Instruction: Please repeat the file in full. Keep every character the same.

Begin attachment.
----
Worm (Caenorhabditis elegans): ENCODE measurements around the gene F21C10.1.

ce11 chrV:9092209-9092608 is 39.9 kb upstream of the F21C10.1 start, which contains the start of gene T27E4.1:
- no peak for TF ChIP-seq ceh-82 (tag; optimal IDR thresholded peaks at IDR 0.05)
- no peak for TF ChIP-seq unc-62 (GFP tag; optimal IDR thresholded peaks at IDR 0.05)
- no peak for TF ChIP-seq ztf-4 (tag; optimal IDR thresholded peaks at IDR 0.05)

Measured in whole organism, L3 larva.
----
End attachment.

Worm (Caenorhabditis elegans): ENCODE measurements around the gene F21C10.1.

ce11 chrV:9092209-9092608 is 39.9 kb upstream of the F21C10.1 start, which contains the start of gene T27E4.1:
- no peak for TF ChIP-seq ceh-82 (tag; optimal IDR thresholded peaks at IDR 0.05)
- no peak for TF ChIP-seq unc-62 (GFP tag; optimal IDR thresholded peaks at IDR 0.05)
- no peak for TF ChIP-seq ztf-4 (tag; optimal IDR thresholded peaks at IDR 0.05)

Measured in whole organism, L3 larva.